- 2000-11-04 (Creation)
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It is for us a matter of great pride to be able to participate in this occasion. This event is a powerful signal of our people, and particularly our young people, taking matters into their own hands and assuming responsibility for tackling one of the greatest threats our continent has ever faced. The assistance of others is most certainly required in this battle, but in the end it is ourselves we have to rely on if we are to be successful. The event of this evening is a ringing affirmation of self- reliance and self-responsibility.
We must extend a word of hearty congratulations to Mpule Kwelagobe, who not only made all of us so very proud on winning the Miss Universe title, but now as Goodwill Ambassador to Botswana is contributing her talents to the common good of the people. We similarly congratulate the Botswana government for its initiative in this regard and commend the Botswana Youth Alliance Project. This form of inclusive partnership is what is needed all over the continent for us to win the battle against HIV/AIDS.
Let us not equivocate on this matter. Let us state it clearly and unambiguously: a tragedy of unprecedented proportions is unfolding in Africa. AIDS today in Africa is claiming more lives than the sum total of all wars, famines and floods, and the ravages of such deadly diseases as malaria. It is devastating families and communities; overwhelming and depleting health care services; and robbing schools of both students and teachers. Business suffers losses of personnel, productivity and profits; economic growth is being undermined and scarce development resources have to be diverted to deal with the consequences of the pandemic.
HIV/AIDS is having a devastating impact on families, communities, societies and economies. Decades have been chopped from life expectancy and young child mortality is expected to more than double in the most severely affected countries of Africa. AIDS is clearly a disaster, effectively wiping out the development gains of the past decades and sabotaging the future.
In South Africa, for example, 'I in 2, that is half, of our young people will die of AIDS.
The most disturbing thing - but at the same time the aspect that should give us hope - is that all of these infections which statistics tell us about, and the attendant human suffering, could have been, can be, prevented. We are called to do something, to act, in order to save a future for ourselves, our countries, our continent.
Something must be done as a matter of the greatest urgency. And with nearly two decades of dealing with the epidemic, we now do have some experience of what works.
The experience in a number of countries has taught that HIV infection can be prevented through investing in information and life skills development for young people.
Promoting abstinence, safe sex and the use of condoms and ensuring the early treatment of sexually transmitted diseases are some of the steps needed and which have been shown to work in countries that made serious work of the fight against AIDS.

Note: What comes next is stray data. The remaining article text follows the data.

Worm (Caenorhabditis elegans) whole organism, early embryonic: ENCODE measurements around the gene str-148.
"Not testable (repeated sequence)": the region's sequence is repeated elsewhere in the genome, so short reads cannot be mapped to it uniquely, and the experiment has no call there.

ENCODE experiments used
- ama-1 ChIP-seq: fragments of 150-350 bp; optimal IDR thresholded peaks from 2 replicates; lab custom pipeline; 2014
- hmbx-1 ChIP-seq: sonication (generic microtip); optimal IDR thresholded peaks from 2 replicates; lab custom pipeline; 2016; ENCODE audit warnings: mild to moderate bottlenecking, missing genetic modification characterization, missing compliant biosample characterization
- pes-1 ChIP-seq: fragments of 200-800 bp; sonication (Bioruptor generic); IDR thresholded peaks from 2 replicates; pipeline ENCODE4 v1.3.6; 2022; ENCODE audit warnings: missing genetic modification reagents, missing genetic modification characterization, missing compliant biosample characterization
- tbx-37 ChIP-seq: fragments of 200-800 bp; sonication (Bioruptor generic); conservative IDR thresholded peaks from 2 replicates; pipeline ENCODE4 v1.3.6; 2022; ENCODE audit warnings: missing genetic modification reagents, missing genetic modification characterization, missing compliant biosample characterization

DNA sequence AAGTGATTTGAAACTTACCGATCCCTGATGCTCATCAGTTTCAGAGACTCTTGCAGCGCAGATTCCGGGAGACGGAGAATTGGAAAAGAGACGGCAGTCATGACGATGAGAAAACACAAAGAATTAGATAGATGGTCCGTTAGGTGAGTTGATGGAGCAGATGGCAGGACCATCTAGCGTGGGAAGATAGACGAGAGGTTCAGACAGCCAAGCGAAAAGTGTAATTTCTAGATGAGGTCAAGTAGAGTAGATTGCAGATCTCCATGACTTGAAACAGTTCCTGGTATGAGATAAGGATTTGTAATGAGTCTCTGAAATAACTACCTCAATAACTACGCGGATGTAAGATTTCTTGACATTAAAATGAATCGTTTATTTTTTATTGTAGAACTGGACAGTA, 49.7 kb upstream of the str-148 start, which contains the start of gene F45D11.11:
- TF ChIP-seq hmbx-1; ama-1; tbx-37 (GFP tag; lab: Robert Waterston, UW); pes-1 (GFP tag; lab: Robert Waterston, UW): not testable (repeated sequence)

Ensuring that people, especially the young, have access to voluntary and confidential HIV counselling and testing services and introducing measures to reduce mother-to-child transmission have been proven to be essential in the fight against AIDS.
We have recognised the importance of addressing the stigmatisation and discrimination, and of providing safe and supportive environments for people affected by HIV/Aids.
The experiences of Uganda, Senegal and Thailand have shown that serious investments in and mobilisation around these actions make a real difference. Stigma and discrimination can be stopped; new infections can be prevented; and the capacity of families and communities to care for people living with HIV and AIDS can be enhanced.
The challenge all over Africa is to move from rhetoric to action, and action at an unprecedented intensity and scale. There is a need for us to focus on what we know works.
• We need to break the silence, banish stigma and discrimination, and ensure total inclusiveness within the struggle against AIDS;
• We need bold initiatives to prevent new infections among young people, and large-scale actions to prevent mother-to-child transmission, and at the same time we need to continue the international effort of searching for appropriate vaccines;
• We need to aggressively treat opportunistic infections; and
• We need to work with families and communities to care for children and young people to protect them from violence and abuse, and to ensure that they grow up in a safe and supportive environment.
For this there is need for us to be focussed, to be strategic, and to mobilise all of our resources and alliances, and to sustain the effort until this war is won. The Botswana Youth Alliance Project, as we understand it, is an excellent example of such a mobilisation and combination of forces and energies.
We need, and there is increasing evidence of, African resolve to fight this war. This project is one further example of that resolve. Others will not save us if we do not primarily commit ourselves.
Having said that, we cannot underestimate the resources required. The assistance of the international community therefore remains crucial even while we assume the primary responsibility. In this particular case, we are heartened to learn of the support of the Bill and Melinda Gates and the Turner Foundations.
We wish you all the success. We are indeed dealing with matters of life and death. We are fighting to ensure that our children and youth have a future.
I thank you.